The One Big Health Problem Connected To Having Blue Eyes

Despite how they may look, blue eyes do not actually contain any blue pigment. Rather, it's melanin that is responsible for our eye color and those with sky-blue eyes have less of it compared to people with green eyes, hazel eyes, and dark eyes, according to 2016 research published in Missouri Medicine. Structures known as "melanosomes," which harbor melanin, are found in the cells of the iris. Fewer melanosomes means that more blue light is reflected, giving blue eyes their icy, aquamarine appearance.

The legacy of blue eyes can be traced back to one single person. Research indicates that early humans possessed brown eyes; but, between 6,000 and 10,000 years ago, a gene mutation produced the first human with blue eyes. This mutation is thought to have stuck around, with all blue-eyed individuals now possessing the variant.

The American Academy of Ophthalmology reports that an estimated 27% of Americans have blue eyes. These individuals tend to be prone to light sensitivity, but there's a larger health issue that has also been seen in connection with blue eyes: alcohol use disorder (AUD).

People with blue eyes may be more prone to AUD

Diagnostic criteria for AUD include the use of greater amounts of alcohol for a longer period of time than planned, difficulty minimizing alcohol use, developing a tolerance, and experiencing withdrawal symptoms (via Missouri Medicine). Certain risk factors may increase one's risk for alcohol dependency, such as frequent overconsumption of alcohol, having a family medical history of the condition, or having a partner who routinely drinks alcohol (via Mayo Clinic). Those with mental health conditions, such as anxiety or depression, may also be more prone to AUD. Researchers point out that seasonal affective disorder (SAD) — another condition involving depression symptoms — has also been linked with AUD risk.

Another potential risk factor to consider may be having blue eyes. Some blue-eyed celebrities have spoken openly about their experience with alcohol use, including stars Brad Pitt, Daniel Radcliffe, and Zac Efron (via Gateway Foundation). Experts suggest that there may be several explanations for the connection.

People with blue eyes are also less sensitive to alcohol

In a 2001 study published in Personality and Individual Differences, researchers examined records from the Georgia Board of Pardons and Paroles in reference to more than 10,000 white male inmates. In their assessment of eye color and rates of alcohol abuse (as worded in the study), the researchers found that those with light eyes reported substantially greater alcohol usage than those with dark eyes. In the second part of the study, the researchers looked at survey responses from 1,862 white women and found the same relationship between alcohol use and women with light eyes.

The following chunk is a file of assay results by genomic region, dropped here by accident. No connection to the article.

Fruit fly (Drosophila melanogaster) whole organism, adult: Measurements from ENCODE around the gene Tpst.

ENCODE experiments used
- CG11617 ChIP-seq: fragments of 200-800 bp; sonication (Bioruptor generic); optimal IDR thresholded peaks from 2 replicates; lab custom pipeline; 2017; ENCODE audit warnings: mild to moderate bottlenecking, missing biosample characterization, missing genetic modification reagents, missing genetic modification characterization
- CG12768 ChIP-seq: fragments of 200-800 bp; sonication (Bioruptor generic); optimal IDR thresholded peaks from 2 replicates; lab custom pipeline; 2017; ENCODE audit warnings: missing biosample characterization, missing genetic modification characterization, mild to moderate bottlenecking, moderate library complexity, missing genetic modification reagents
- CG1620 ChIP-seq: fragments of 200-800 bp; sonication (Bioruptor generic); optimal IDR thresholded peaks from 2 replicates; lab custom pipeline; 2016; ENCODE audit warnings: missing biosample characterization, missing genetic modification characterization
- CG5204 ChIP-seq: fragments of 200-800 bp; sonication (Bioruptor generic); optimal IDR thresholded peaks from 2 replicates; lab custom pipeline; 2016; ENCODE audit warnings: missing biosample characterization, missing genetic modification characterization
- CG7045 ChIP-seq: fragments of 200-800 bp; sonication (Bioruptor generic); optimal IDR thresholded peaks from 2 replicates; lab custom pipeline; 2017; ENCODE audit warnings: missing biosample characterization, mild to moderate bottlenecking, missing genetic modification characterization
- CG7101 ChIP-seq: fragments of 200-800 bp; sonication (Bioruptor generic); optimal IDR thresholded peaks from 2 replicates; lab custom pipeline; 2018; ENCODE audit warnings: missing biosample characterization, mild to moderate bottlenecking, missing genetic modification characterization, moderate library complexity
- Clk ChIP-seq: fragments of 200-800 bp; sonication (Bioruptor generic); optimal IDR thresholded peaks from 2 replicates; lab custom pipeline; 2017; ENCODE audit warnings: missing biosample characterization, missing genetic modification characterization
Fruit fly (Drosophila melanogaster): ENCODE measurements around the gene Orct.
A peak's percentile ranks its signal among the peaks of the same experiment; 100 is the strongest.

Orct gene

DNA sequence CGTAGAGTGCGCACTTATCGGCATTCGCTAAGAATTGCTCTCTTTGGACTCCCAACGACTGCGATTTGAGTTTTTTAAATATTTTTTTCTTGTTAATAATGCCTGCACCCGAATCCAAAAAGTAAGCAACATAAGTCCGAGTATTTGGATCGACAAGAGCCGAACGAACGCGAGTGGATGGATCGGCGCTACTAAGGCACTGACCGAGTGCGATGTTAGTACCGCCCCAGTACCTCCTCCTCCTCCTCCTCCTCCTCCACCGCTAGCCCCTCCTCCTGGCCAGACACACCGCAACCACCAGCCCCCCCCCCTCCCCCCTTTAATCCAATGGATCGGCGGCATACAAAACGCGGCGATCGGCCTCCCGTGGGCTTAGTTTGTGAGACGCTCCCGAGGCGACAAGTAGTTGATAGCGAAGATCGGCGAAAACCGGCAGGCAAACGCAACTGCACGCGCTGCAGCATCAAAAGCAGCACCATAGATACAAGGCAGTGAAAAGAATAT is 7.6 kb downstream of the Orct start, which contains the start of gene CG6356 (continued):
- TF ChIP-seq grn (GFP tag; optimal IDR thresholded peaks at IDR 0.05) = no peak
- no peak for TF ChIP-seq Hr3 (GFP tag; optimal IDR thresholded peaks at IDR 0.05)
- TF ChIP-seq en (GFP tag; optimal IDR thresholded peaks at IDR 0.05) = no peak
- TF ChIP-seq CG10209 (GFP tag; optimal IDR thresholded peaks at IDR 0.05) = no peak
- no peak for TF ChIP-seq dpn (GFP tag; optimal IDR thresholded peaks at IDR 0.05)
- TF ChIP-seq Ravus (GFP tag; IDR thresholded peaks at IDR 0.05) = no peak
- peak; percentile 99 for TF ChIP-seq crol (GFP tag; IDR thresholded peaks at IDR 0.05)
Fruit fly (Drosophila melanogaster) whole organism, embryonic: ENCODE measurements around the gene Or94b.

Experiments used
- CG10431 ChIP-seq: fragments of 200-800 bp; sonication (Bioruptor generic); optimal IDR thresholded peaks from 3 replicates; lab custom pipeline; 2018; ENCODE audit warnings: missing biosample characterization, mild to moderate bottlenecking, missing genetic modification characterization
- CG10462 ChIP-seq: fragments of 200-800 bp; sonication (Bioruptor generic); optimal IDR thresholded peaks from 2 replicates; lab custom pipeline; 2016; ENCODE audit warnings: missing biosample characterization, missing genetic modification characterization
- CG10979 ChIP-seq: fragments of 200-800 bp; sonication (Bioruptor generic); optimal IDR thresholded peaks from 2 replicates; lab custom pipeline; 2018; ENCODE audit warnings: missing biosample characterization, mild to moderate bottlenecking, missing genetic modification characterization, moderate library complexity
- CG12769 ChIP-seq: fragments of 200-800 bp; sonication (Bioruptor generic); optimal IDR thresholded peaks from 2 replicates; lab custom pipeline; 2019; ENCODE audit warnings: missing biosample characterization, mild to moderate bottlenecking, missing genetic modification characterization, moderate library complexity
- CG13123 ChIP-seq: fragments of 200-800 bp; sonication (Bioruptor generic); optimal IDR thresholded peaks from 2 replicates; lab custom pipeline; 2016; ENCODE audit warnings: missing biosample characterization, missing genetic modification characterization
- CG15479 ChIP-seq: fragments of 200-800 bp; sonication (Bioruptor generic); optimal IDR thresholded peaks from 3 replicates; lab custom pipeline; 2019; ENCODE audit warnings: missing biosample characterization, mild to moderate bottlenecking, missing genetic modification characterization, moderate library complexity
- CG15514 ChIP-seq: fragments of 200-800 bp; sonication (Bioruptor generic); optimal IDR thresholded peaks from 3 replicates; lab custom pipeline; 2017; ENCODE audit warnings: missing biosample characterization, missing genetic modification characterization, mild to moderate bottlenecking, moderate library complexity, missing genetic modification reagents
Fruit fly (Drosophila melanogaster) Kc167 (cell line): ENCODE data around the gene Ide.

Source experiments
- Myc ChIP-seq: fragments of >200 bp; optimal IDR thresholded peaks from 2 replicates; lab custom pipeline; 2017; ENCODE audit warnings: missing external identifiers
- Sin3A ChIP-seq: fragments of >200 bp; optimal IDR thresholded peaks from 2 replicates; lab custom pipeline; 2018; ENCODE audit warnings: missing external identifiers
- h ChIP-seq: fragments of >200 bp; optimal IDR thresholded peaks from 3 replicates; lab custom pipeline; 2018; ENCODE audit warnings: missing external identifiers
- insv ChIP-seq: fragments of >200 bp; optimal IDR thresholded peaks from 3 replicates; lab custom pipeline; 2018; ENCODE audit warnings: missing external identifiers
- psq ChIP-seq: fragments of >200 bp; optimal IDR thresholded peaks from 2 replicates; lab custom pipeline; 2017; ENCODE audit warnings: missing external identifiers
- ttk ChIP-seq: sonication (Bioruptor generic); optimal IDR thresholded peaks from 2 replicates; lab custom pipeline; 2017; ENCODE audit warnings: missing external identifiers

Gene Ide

One potential theory the researchers highlighted is that individuals with dark eyes appear to have an increased physiological sensitivity to drugs compared to people with light eyes. For example, eye specialists have found that the pupils of dark-eyed individuals become more dilated when exposed to drugs than those of people with light eyes. Experts believe that having heightened involuntary bodily responses such as this may prevent people with dark eyes from drinking to excess. Oppositely, those with light eyes may drink more alcohol before experiencing these responses, making them more susceptible to alcohol use disorder (AUD).

Genetics may play a role

The association between increased alcohol use and light eyes may also be related to differences in neuron-firing speed (via Personality and Individual Differences). Melanin sheaths act as a protective cover for the connecting cables of our neurons. The more melanin we have in the front layer of the iris as well as in our central nervous system, the faster our neurons fire and can communicate with the brain. Compared to those with dark eyes, people with light eyes produce less melanin.

Researchers from a more recent 2015 study published in the American Journal of Medical Genetics: Neuropsychiatric Genetics (Part B) zeroed in even further on specific eye colors in relation to alcohol dependency. Compared to people with dark brown eyes, those with light eyes had higher rates of alcohol dependency. This included individuals with grey, green, and blue eyes, as well as those with brown in the middle of the eye. The strongest correlation was observed in people with blue eyes. While the study team emphasized that the exact cause of this connection remains unclear, they noted that it may have to do with two specific genes that reside close to each other on the same chromosome; one being responsible for eye color and the other being related to heightened alcohol tolerance.

If you or anyone you know needs help with addiction issues, help is available. Visit the Substance Abuse and Mental Health Services Administration website or contact SAMHSA's National Helpline at 1-800-662-HELP (4357).